Feb 1st marked my one year anniversary at my current company. I've been here several times throughout my professional life, but never before did I feel like sharing some insights about it. During my almost 10 years in business, I've been working for both big and small companies, local and multinational, with corporate and entrepreneurial cultures, in managerial and operational positions, yet this time something is different.
Thinking about this from an inquisitive analyst perspective, it seems that at some point along the way I've learned some lessons, discovered new passions and confirmed some hunches about the world around me, just enough to keep the journey ahead interesting and just enough to think sharing them would bring value.
Maybe the most suitable lesson for this occasion is linked to discovering why your organization and your team make the difference. This may seem common sense, but it's quite interesting how the daily tasks, concerns and urgent matters let this slip out of a lot of people's minds, until they get into denial or "it's not great, but it pays the bills" mode. So, here are some of the reasons your organization and your team make the difference between good and great:
People make it or break it.
Challenges are important.
(Over)Achieving and seeing your progress really helps.
Recognition is key.
The environment you spend 8+ hours a day matters. A lot.
The company is made out of people, the stated values and projected image outside the organization get on second place once you start working with your colleagues. Being around people you can resonate with and people that make you improve yourself is a great way of keeping you motivated. Letting aside the corporate strategy of "transforming" the members of the organization into a family, your colleagues (be it your immediate team or people you meet by the water cooler) play a big role in how happy you are with your work/ life. On a rather realistic note, finding the right people and maintaining the sense of belonging to the right group is not the most straightforward thing in business.
Yes, people are motivated by different things and while one thing is irrelevant for someone, it might be a deal-breaker for someone else. However, feeling challenged and being able to do something new/ interesting/ engaging/ meaningful/ enjoyable/ important/ substantial/ not-boring/ or whatever works for you is the fuel that keeps you coming back to the office, every day, without hesitation and without obsessively calculating the opportunity cost of your action. Realizing the challenge is gone is the first (conscious) step towards an unwanted path, but the sad thing is that you've probably been there for a while before realizing the road is not taking you in the right direction.
I've never met anyone who consciously wants to underperform and makes it their life goal (I know I still have time for this, but we'd probably not get along anyway, so I'm not exactly looking forward to it). There are people who want to achieve what's expected of them and there are overachievers. Seeing their progress really helps both of them. This implies that the goals and expectations are cleverly set within the organization - no-one can expect a junior to do the work of a senior and still be happy when he's not hitting his target. Disclosing all rules and not changing them during the game also helps. Moreover, clearly communicating the expectations and the progress is highly important, and generally an open attitude within the organization and the team does the trick.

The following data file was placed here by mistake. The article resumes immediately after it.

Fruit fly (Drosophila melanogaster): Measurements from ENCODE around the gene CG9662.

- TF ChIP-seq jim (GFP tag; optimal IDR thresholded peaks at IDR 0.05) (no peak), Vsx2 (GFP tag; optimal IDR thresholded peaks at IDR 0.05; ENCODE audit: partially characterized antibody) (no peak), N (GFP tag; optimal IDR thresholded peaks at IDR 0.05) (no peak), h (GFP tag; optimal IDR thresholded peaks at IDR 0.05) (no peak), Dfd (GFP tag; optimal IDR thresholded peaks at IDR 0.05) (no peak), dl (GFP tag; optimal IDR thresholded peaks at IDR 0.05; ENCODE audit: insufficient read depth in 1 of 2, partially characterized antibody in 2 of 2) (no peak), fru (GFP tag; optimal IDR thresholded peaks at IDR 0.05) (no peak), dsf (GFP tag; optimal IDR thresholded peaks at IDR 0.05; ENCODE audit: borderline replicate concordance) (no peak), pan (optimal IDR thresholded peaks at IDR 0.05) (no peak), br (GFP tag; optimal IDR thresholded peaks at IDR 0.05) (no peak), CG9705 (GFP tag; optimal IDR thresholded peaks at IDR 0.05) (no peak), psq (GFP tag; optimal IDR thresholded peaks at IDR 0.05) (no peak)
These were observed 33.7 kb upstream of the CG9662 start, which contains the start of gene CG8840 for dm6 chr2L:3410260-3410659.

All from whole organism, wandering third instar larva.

Again, I haven't seen anybody happy to be overlooked after performing or over performing. In a truly dualistic way, people might find it desirable to be overlooked when they've done something wrong and they're keeping a low profile, but that's not the point and doing this impedes their improvement chances anyway. So, feeling that your efforts and results are recognized (informally and formally) is one of the most important things that keep you happy and motivated. It's the answer for "what's in it for me?". This doesn't mean you are egocentric, it means you are human and you are honest to yourself. This is why sharing the organization's true values is very important, so that you use common criteria when evaluating the "recognizable" issues.
Sure, what you are able to accomplish, how creative and interesting your work is, how good you feel about yourself each day, have a great impact on your overall happiness and performance, but the look and feel of the place you're spending most of your day has a great impact on your mindset too. If it's not enjoyable, sooner or later it's going to start bugging you, which means you are already on the wrong path and there's only downhill from there.
BONUS: The "little things" we're used to take for granted (but which are actually not): being able to do things right and to do the right things, fairness, kept promises and other key elements like this.
On a positive final note, finding an organization and team that truly makes the difference for you is quite a quest. When I first embarked on this journey I was under the soon-to-discover-false impression that it was going to happen for me anyway without a special need to really build around the given attributes that made things good in order to make them great. But with experience comes wisdom (or at least starts to emerge - I'm far away from calling myself wise) and I now know that entering an organization or team gives you access merely to the tip of the iceberg, and the true power and substance lie deep beneath the water.
So, in conclusion, once you find the organization/team that's right for you, do your best to preserve the feeling and never stop enjoying the journey!
by Lőrinc Pap
by Ovidiu Mățan
by Bálint Ákos